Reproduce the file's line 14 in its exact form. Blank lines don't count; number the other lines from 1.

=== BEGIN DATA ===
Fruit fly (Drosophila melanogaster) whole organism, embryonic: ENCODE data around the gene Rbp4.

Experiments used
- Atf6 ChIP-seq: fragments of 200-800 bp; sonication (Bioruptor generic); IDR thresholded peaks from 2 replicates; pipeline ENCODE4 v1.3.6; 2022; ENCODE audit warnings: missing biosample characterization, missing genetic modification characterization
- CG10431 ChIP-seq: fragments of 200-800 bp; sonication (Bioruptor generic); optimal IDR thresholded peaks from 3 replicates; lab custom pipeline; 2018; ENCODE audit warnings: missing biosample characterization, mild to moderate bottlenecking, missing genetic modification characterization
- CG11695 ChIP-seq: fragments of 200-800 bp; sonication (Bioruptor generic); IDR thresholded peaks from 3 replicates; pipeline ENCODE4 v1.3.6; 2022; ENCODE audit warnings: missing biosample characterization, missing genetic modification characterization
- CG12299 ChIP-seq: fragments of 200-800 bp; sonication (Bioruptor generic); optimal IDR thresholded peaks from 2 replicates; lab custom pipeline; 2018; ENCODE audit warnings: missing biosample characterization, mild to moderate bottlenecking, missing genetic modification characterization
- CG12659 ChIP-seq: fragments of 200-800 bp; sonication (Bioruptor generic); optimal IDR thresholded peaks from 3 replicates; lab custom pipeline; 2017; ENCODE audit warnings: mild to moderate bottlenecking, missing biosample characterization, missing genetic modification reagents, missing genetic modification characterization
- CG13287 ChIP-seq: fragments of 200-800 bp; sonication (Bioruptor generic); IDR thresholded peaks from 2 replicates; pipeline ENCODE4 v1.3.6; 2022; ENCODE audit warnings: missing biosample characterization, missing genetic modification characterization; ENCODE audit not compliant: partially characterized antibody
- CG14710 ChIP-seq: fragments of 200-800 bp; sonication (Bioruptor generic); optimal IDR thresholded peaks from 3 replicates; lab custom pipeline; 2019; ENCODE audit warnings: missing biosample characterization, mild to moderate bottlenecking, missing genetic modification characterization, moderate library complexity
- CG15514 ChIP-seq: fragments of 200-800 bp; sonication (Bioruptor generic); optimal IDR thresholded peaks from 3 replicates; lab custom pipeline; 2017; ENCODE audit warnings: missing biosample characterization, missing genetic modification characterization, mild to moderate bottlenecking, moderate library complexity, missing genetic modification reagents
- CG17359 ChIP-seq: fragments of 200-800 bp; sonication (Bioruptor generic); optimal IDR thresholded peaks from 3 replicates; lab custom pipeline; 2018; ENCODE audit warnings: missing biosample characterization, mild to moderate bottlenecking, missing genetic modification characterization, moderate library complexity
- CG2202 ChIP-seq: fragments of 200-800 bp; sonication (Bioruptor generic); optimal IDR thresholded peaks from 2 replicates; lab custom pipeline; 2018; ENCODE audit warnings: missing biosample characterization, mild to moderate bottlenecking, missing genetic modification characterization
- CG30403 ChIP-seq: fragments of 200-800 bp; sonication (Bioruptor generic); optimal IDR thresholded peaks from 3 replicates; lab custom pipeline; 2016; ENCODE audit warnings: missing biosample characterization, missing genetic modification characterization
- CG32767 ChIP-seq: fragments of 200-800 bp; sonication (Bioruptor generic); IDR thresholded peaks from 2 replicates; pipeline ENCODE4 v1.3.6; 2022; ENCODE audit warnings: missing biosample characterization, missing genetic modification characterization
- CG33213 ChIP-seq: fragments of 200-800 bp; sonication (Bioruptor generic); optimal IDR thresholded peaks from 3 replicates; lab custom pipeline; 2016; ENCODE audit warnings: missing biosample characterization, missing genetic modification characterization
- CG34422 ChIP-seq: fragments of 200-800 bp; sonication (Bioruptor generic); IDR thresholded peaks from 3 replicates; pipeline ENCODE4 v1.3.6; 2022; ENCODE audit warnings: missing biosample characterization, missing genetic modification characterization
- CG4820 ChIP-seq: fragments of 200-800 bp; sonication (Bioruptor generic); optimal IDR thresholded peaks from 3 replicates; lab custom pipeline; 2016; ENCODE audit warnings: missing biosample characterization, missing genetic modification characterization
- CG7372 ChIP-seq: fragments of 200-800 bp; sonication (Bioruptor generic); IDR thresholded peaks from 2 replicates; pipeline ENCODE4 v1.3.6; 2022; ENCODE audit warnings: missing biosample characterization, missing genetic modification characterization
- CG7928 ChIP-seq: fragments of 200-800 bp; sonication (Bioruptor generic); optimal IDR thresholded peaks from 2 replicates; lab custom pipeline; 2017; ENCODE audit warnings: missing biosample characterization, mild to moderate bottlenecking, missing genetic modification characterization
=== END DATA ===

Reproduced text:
- CG32767 ChIP-seq: fragments of 200-800 bp; sonication (Bioruptor generic); IDR thresholded peaks from 2 replicates; pipeline ENCODE4 v1.3.6; 2022; ENCODE audit warnings: missing biosample characterization, missing genetic modification characterization